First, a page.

NEWS for North Dakotans
Agriculture Communication, North Dakota State University
7 Morrill Hall, Fargo, ND 58105-5665
April 1, 1999
Tom Isern, Professor of History
North Dakota State University
©1998 Plains Folk
"As far as I'm concerned I was happy there, and I never thought too much about it. We took it for granted."
I had asked Bernice Larson, who raised her family in a sod house in North Dakota's Bowman County in the 1940s and 1950s, what it was like to live in a sod house in the middle of the 20th century. Was this a hardship, I wondered? Did she feel deprived? Evidently not.
Ordinarily we think of sod houses as temporary expedients, dwellings laid up to fill residence requirements for homesteads, then replaced with proper frame houses when railroads and sales of the first crops made lumber available. It's interesting and, I think, significant that some families deliberately chose to remain in their soddies. They bought window glass, laid down wood floors, plastered the interior walls, stuccoed the exterior, and most important, put on a tight roof of wood shakesand then enjoyed the advantages of earthen insulation against the hard elements of the plains.
Bernice Larson was the daughter of homesteaders, Melvin and Jennie Torpen from Wisconsin. She grew up a few miles from her future sod-house home, in a family of three daughters.
"I usually helped my dad milk because the other two girls were in the house," Bernice says. She came to know her future husband, Clark Larson, at local dances held in barns and homes. She married him in 1940. In 1942 they moved onto a rental farmthe residence of which happened to be a sod house previously occupied by the owners.
"It was in fairly good shape," Bernice recalls. The main part of the house comprised three roomsa bedroom on the north side, a dining room on the south side and a living room in the middle. A coal stove in the wall between the living room and the dining room heated the house and also the water for washing. Attached to the west side of the house was a wood-frame addition, which served as the kitchen. Outside the kitchen door was a windmill. Bernice lived in the sod house from 1942 to 1960 and never had running water. She did, however, get electricity in 1950.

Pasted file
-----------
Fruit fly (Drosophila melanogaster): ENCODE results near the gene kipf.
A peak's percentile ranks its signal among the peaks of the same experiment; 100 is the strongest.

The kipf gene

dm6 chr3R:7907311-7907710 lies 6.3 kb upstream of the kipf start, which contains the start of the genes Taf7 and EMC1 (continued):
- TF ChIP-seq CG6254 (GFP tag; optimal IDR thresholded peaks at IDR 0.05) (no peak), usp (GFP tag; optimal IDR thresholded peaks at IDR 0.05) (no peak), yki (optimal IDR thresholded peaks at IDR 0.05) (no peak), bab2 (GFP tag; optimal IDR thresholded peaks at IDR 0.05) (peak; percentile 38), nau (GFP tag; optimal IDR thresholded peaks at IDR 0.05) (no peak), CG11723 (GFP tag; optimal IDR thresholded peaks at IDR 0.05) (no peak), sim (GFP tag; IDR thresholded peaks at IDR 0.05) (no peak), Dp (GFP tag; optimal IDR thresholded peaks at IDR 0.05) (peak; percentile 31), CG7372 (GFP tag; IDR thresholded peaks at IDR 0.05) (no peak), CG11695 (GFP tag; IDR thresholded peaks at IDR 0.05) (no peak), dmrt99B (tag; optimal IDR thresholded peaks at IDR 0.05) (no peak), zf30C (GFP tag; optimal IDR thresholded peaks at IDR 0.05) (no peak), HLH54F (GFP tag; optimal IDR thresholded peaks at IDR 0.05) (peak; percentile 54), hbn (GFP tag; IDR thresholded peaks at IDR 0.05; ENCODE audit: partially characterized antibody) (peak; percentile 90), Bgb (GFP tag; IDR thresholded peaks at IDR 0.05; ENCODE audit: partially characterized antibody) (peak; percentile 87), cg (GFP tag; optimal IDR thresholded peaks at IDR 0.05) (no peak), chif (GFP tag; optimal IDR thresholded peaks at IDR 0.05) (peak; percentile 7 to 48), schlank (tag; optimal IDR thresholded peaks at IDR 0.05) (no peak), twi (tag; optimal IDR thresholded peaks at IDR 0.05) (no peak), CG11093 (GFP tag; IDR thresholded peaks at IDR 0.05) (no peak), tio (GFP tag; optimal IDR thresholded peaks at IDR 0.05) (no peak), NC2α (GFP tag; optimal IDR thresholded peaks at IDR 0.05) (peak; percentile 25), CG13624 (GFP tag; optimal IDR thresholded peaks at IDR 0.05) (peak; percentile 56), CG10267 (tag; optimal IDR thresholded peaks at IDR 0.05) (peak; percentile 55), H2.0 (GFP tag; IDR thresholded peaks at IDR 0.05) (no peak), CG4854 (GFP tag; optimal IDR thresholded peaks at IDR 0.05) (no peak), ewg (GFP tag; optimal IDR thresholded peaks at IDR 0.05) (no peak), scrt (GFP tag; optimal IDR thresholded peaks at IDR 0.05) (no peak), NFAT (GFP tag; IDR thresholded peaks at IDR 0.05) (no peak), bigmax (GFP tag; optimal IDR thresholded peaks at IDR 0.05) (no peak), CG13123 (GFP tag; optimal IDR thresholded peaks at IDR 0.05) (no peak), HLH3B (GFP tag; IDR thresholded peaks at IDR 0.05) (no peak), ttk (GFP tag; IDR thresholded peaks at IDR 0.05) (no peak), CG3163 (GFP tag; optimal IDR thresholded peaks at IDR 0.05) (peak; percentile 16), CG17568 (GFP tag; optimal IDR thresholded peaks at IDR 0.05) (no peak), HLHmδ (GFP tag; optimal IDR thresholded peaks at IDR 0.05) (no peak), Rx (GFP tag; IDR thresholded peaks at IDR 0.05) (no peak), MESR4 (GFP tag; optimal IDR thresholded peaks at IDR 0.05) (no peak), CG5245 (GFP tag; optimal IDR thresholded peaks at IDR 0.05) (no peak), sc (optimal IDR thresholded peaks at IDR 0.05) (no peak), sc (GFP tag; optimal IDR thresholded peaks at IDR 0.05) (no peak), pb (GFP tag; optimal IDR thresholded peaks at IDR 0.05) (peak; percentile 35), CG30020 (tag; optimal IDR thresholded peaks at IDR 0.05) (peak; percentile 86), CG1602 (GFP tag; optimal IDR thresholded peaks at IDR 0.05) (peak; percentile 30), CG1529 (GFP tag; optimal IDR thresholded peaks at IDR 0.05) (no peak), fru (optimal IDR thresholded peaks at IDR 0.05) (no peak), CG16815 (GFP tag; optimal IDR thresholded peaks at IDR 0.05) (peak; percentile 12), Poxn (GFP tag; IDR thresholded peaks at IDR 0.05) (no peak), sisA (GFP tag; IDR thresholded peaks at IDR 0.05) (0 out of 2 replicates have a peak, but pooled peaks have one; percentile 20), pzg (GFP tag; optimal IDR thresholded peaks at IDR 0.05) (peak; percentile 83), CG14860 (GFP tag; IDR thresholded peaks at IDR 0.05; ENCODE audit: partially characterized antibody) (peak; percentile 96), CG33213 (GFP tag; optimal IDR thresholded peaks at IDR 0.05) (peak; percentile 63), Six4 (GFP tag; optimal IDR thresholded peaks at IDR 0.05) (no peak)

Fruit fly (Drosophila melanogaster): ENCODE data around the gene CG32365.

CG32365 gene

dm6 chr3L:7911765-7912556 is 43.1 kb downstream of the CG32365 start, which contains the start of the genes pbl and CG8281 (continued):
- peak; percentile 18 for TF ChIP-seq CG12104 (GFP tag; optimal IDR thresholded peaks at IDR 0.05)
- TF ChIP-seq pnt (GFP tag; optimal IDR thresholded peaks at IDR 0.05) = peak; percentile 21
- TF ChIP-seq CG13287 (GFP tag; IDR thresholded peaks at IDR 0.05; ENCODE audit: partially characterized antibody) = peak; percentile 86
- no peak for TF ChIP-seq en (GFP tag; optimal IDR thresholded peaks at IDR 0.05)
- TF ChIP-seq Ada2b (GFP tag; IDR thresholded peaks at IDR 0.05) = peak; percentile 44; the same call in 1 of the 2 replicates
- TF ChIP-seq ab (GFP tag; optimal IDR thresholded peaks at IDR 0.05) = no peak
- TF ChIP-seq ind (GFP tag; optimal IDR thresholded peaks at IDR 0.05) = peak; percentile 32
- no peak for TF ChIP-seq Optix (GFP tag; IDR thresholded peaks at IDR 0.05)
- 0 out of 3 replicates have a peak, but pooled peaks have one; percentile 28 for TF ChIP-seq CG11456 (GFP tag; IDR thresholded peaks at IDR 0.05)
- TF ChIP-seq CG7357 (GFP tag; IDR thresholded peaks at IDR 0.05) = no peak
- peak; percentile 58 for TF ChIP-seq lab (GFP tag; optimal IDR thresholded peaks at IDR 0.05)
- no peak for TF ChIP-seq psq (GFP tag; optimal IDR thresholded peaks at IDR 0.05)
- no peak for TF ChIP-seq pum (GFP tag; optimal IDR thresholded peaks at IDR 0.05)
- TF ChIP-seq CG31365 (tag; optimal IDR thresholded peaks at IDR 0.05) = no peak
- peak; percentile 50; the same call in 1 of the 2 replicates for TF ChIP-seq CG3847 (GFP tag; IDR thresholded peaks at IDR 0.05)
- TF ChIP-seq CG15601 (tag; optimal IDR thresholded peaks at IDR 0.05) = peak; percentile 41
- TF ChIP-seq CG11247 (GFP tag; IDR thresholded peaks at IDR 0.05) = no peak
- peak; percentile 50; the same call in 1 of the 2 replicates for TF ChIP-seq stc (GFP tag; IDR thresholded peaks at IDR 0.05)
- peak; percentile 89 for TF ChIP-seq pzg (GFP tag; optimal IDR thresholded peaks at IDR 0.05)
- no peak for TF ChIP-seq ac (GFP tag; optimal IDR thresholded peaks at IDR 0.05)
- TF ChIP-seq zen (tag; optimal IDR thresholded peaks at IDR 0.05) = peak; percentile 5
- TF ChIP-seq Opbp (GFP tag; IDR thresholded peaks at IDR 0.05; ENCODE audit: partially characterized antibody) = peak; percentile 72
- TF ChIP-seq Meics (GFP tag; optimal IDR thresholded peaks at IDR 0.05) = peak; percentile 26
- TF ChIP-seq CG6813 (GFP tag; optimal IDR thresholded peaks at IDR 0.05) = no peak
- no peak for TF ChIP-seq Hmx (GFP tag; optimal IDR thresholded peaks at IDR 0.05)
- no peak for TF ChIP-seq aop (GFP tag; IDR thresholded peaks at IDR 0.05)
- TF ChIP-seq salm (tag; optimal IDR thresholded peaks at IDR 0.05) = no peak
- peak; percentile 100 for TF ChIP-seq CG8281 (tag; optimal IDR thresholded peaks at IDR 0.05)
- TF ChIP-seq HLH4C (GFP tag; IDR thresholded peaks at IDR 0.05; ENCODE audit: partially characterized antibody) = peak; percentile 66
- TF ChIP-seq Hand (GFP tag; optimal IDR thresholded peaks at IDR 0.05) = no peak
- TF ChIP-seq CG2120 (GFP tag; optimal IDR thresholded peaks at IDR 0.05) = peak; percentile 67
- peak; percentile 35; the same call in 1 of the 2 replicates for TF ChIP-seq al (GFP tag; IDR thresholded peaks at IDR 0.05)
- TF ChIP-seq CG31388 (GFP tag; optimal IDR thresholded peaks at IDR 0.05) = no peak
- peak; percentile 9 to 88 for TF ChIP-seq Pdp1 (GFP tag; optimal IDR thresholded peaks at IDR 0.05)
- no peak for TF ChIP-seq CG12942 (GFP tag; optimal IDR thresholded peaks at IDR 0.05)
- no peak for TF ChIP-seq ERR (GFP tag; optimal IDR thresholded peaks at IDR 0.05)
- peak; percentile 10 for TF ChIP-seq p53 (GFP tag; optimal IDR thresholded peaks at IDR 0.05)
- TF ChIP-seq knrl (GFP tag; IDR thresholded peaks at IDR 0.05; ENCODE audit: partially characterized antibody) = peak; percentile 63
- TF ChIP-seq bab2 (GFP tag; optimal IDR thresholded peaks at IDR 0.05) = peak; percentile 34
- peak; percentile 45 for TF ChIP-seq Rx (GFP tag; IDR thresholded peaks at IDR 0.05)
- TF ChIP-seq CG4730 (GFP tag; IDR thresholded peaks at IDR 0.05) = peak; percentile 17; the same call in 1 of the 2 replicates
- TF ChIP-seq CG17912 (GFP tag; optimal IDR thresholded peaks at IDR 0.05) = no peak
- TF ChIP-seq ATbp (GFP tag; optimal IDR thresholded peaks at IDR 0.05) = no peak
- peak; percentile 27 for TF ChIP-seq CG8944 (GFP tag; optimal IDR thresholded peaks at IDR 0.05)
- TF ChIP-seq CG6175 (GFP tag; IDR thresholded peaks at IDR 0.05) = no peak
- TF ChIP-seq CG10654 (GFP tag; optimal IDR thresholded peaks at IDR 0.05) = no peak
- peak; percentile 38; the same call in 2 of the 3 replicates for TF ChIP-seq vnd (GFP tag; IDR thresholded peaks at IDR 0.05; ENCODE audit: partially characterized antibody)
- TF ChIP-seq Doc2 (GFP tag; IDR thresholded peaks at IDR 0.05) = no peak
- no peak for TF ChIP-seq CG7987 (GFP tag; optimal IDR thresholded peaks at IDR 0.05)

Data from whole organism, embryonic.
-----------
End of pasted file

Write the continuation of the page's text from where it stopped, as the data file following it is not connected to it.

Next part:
Bernice repainted the interior, with the living room receiving a coat of ecru. She made curtains and laid rugs on the living room and bedroom floors. The kitchen floor was linoleum, and that was where people dropped their boots and coats. "Seems like we always found roomI don't know where!"
The house did get a little cramped as the family grew: four children, the oldest born in 1942, the youngest in 1953. This necessitated folding beds in both the living room and the dining room. Eventually the Larsons moved, not only to get a larger house, but also to buy a farm of their own.
In the meantime, Bernice was not a complainer. "Of course the walls weren't really even," she allows, but, " ... it was a warm house. It was very nice because the walls were thick. It was nice and cozy. And I had more company then than I did in later years."
That last sentence is a clue, I think, to why people hold fond memories of sod houses. It may be that sod had its environmental advantages, but recollection of those physical facts is wrapped up with remembrance of the social situation of generations pasta lot of kids around, dances, school events and most of all, gatherings of family and neighbors in the house. "I had so many relations, and we used to get together," Bernice Larson says. "And my neighborswe had good neighbors. A lot of visiting, card playing. They brought all their children."
The sod house where Bernice Larson raised her family and played cards with the neighbors still stands, in good condition, uninhabited.
Source: Tom Isern (701) 231-8339
Editor: Dean Hulse (701) 231-6136